• The insight to the pre-industrial world and the illustration of sprouting consumerism creates a vivid picture of a world can never know. It’s important to understand these backgrounds to gain understanding to the “social roots of consumer culture” and how the “captains of consciousness” continue to manipulate the playing field today. The game hasn’t changed a bit it seems, the masses are still pushed and pulled through fear, although today the “captains” are faced with very little resistance from the public sector. A vital aspect of the study is the way children were targeted in the consumerization process. The examples supply a firm grip on how consumerism permeated the generations, how we got to today, where it’s first nature to buy buy buy and never ask any questions. A very useful read for anybody. Before I read it I remember one reviewer saying that this book is enough to constitute a full education, and I can’t say that I disagree. Retrain your Brain.
  • Stuart Ewen…made his impact largely by looking up what the surprisingly frank corporate magnates of the late 19th and early 20th century were saying about what they were doing. Asserting that advertising was intended to remold the American people into the kind of consumer that the new mass-production industries needed sounds like a crazy left-wing conspiracy theory, but the quotes that Ewen has found to this effect are from prominent businessmen like Edward Filene or sources such as the advertising trade journal Printers Ink. Similarly, the idea of mass consumption as an ideology that could safely absorb and redirect the liberatory impulses of socialism and feminism sounds a lot less like paranoid raving when it’s being argued by some of the people who invented modern advertising. Ewen is also good on the ways that advertising changed the media business, especially newspapers (and especially the foreign-language press), and he draws the obvious connections to political propaganda, especially via Edward Bernays. The final section, on advertising and the family, was also interesting, if slightly less persuasive: it could have stood to be longer, probably. In fact, the whole book gives the impression of being a short introduction to a deeper topic, and could probably have been at least half again as long as it is without damage. Ewen finishes with an impassioned denunciation of advertising’s promotion of conformity and a call to free ourselves from corporate propaganda, lest it become the only source of social change. His most prescient criticism was perhaps of the way that various forms of resistance to the powers that be were already (in the mid-70s) being appropriated by advertising: “we are offered the idiom of our own criticism as well as its negation — corporate solutions to corporate problems.” As it happens, though, he may not have been sufficiently cynical about the ways that resistance to corporate control could be used to sell corporate products. In an earlier passage, he writes that in the 50s, advertising was making it unacceptable “[t]o look different, to act different, to think different . . . .” There’s no evidence that Apple’s advertisers had this passage in mind when they created the “think different” slogan, but if they did, that would just about kill irony.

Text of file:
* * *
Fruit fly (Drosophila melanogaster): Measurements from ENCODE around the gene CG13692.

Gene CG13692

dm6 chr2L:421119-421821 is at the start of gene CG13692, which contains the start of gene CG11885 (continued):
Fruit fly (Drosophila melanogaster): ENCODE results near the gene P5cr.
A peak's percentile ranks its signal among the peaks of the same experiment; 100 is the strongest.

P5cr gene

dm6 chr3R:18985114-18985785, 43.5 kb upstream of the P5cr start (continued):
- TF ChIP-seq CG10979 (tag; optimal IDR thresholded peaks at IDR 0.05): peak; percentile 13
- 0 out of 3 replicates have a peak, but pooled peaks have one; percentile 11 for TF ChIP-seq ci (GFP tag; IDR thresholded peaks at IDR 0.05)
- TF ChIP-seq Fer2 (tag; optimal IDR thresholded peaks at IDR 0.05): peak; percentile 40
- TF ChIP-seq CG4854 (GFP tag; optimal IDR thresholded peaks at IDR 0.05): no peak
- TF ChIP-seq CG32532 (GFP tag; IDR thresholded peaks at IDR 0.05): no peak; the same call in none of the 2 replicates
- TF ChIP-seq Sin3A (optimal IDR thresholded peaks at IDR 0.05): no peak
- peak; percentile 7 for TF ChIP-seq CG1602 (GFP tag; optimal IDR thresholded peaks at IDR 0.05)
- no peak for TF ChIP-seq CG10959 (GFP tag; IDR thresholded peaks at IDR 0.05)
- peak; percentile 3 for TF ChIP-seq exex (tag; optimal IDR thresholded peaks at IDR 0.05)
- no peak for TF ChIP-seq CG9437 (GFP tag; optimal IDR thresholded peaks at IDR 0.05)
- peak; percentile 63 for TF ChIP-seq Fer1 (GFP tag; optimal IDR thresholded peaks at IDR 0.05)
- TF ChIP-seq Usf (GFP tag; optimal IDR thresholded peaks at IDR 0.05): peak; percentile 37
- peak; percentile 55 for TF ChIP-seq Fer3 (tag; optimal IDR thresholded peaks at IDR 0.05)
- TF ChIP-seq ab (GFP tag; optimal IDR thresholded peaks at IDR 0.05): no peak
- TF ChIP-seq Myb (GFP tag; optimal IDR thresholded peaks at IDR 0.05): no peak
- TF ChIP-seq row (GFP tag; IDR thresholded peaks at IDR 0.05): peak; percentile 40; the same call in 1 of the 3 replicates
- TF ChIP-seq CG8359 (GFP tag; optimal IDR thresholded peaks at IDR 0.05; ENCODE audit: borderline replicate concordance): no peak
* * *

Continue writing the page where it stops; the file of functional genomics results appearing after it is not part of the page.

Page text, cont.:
• In this book, Ewen makes the argument that advertising has more power in our collective “consciousness” than we give it credit for. He starts with the industrialization of America, and how that influenced advertising. He speaks of how the image of the woman, the man, and the family was altered in this consciousness by the ubiquity of ads.   In summary, he wants us to realize that ads aren’t just there to be there. They have been carefully constructed by advertisers to perpetuate their agendas. It certainly altered my own consciousness about how I understand ads.
  • This is a sassy little book. I enjoyed every word of it. It strikes right at the heart of consumer culture, leaving no uncertainty about the health and crisis of Capitalism. Ewen delivers crucial context to the advertising and marketing strategies of the early 20th century, leaving you with several frames of reference to add to your analytical toolkit. His use of critique of the nuclear/industrial family is spot on.